In some cases, detailed checklists are prepared specifically for a given activity.  In those cases, the SOP should describe, at least generally, how the checklist is to be prepared, or on what it is to be based.  Copies of specific checklists should be then maintained in the file with the activity results and/or with the SOP.  Remember that the checklist is not the SOP, but a part of the SOP.

The use of Standard Operating Procedures

1. To provide people with all the safety, health, environmental and operational information necessary to perform a job properly. Placing value only on production while ignoring safety, health and environment is costly in the long run. It is better to train employees in all aspects of doing a job than to face accidents, fines and litigation later.

2. To ensure that production operations are performed consistently to maintain quality control of processes and products. Consumers, from individuals to companies, want products of consistent quality and specifications. SOPs specify job steps that help standardize products and therefore quality.

3. To ensure that processes continue uninterrupted and are completed on a prescribed schedule. By following SOPs, you help ensure against process shut-downs caused by equipment failure or other facility damage.

4. To ensure that no failures occur in manufacturing and other processes that would harm anyone in the surrounding community. Following health and environmental steps in SOPs ensures against spills and emissions that threaten plant neighbors and create community outrage.

5. To ensure that approved procedures are followed in compliance with company and government regulations. Well-written SOPs help ensure that government regulations are satisfied. They also demonstrate a company's good-faith intention to operate properly. Failure to write and use good SOPs only signals government regulators that your company is not serious about compliance.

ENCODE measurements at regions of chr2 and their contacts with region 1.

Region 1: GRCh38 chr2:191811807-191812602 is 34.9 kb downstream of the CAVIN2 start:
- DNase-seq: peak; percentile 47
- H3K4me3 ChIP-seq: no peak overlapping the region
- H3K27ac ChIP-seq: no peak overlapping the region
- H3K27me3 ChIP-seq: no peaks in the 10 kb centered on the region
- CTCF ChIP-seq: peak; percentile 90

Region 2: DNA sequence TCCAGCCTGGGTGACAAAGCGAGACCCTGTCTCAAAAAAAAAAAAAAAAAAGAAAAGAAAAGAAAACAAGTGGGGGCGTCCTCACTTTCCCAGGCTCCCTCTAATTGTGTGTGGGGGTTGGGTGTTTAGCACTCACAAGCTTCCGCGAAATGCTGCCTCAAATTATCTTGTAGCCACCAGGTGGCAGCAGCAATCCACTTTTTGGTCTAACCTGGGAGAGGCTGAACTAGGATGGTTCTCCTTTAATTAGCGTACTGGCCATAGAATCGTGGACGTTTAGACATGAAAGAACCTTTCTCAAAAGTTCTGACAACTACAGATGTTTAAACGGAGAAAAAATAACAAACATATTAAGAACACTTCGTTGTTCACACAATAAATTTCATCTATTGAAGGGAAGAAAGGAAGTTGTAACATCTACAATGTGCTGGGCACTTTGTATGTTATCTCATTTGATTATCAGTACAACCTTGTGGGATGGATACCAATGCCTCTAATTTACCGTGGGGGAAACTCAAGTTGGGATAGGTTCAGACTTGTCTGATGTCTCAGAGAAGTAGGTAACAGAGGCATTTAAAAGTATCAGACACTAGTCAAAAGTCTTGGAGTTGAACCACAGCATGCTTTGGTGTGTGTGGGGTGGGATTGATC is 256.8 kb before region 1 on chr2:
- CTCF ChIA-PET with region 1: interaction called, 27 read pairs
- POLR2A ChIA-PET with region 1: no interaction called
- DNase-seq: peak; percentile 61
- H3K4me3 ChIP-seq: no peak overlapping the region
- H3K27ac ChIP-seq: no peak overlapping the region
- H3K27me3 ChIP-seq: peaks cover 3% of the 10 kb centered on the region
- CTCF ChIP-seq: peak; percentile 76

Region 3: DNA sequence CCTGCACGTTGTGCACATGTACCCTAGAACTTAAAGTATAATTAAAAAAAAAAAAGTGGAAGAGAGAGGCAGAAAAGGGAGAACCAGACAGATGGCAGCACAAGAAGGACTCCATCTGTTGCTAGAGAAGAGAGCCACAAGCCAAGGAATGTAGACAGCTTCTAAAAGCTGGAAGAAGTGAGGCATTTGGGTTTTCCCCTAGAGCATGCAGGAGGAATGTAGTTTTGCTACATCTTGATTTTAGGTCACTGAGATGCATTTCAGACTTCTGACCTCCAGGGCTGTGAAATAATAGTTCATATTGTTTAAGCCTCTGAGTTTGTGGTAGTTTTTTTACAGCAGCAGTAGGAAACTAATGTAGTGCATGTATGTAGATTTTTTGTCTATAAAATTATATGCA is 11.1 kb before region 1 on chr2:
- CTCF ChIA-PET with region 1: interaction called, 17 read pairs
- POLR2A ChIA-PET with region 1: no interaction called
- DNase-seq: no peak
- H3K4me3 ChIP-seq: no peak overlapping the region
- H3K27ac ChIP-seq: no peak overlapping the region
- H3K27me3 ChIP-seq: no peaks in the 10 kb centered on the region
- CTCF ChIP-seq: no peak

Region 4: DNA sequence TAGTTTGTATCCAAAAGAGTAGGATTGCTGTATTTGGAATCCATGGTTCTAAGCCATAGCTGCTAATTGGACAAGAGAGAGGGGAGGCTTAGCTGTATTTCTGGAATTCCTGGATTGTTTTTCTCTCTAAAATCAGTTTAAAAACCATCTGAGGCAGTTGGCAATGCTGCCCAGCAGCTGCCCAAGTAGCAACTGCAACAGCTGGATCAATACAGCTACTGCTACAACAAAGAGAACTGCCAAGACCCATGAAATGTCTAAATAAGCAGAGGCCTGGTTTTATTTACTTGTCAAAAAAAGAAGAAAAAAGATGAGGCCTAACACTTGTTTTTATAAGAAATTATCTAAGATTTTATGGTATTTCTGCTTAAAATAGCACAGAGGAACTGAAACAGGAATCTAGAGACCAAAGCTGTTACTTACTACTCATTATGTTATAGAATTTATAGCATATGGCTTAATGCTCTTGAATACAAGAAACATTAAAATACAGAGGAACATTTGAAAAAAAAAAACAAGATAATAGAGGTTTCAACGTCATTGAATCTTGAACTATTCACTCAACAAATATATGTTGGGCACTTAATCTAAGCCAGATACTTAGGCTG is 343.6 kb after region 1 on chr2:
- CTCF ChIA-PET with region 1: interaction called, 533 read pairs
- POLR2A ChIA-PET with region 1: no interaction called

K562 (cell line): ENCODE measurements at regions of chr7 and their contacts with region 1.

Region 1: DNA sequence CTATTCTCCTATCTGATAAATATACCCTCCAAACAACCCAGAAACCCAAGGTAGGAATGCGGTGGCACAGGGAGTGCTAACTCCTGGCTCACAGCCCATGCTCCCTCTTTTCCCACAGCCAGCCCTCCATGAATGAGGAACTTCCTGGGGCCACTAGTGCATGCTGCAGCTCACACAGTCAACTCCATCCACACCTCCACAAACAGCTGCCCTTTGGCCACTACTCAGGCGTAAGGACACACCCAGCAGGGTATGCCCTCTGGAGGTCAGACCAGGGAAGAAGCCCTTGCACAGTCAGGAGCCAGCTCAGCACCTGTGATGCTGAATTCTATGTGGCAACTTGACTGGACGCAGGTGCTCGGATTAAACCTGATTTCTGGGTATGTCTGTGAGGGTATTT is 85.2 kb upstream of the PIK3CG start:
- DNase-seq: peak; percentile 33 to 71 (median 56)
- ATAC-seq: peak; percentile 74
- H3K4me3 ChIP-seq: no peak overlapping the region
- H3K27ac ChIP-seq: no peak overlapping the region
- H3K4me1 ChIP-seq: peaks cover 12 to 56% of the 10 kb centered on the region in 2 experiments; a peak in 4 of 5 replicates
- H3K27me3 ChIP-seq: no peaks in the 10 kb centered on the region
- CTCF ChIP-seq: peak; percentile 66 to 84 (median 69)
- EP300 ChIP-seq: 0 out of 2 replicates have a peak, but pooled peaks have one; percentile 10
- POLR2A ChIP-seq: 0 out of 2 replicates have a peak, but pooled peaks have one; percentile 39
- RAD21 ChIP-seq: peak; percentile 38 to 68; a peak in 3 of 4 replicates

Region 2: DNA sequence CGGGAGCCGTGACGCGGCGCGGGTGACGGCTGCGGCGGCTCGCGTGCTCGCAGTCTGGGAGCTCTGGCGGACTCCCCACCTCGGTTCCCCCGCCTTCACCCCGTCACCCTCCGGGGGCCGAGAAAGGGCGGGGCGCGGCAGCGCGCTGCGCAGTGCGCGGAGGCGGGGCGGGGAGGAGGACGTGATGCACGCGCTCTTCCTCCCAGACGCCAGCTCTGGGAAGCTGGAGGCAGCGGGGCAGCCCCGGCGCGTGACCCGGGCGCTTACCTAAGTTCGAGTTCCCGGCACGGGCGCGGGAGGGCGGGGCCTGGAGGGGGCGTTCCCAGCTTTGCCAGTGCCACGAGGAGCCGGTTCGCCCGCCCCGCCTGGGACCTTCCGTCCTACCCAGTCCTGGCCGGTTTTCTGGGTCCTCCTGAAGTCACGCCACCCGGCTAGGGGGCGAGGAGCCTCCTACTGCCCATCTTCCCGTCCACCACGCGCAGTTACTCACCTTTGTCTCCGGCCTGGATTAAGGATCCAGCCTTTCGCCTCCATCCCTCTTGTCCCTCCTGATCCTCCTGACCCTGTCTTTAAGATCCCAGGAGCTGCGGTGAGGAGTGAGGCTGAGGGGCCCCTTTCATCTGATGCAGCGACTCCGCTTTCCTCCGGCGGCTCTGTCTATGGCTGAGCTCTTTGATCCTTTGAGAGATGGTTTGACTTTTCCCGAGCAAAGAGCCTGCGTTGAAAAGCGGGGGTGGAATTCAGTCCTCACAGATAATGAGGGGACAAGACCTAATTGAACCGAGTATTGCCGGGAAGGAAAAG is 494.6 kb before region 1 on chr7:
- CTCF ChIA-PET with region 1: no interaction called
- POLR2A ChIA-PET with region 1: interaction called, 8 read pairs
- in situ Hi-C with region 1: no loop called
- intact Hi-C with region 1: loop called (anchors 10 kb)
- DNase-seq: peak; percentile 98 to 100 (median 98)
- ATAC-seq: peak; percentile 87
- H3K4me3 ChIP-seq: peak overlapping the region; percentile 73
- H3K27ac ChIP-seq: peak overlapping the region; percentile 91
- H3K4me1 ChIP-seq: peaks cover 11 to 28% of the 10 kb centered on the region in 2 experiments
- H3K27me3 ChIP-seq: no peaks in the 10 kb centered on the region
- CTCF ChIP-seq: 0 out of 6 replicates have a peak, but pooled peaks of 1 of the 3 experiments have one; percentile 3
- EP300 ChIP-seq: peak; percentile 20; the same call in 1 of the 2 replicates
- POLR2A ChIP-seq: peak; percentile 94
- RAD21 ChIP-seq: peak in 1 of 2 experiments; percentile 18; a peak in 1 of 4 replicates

6. To serve as a training document for teaching users about the process for which the SOP was written. Thorough SOPs can be used as the basis for providing standardized training for employees who are new to a particular job and for those who need re-training.

7. To serve as a checklist for co-workers who observe job performance to reinforce proper performance. The process of actively caring about fellow workers involves one worker coaching another in all aspects of proper job performance. When the proper procedures are outlined in a good SOP, any co-worker can coach another to help improve work skills.

8. To serve as a checklist for auditors. Auditing job performance is a process similar to observation mentioned in the previous item only it usually involves record keeping. SOPs should serve as a strong basis when detailed audit checklists are developed.

9. To serve as an historical record of the how, why and when of steps in an existing process so there is a factual basis for revising those steps when a process or equipment are changed. As people move from job to job within and between companies, unwritten knowledge and skills disappear from the workplace. Properly maintained written SOPs can chronicle the best knowledge that can serve new workers when older ones move on.

10. To serve as an explanation of steps in a process so they can be reviewed in accident investigations. Although accidents are unfortunate, view them as opportunities to learn how to improve conditions. A good SOP gives you a basis from which to being investigating accidents.

11. Standardization of activity. SOPs identify planned and agreed upon roles and actions. This information helps standardize activities and promote co-ordination and communication among personnel. SOPs thus help to assure the quality and consistency of a service.


Post a comment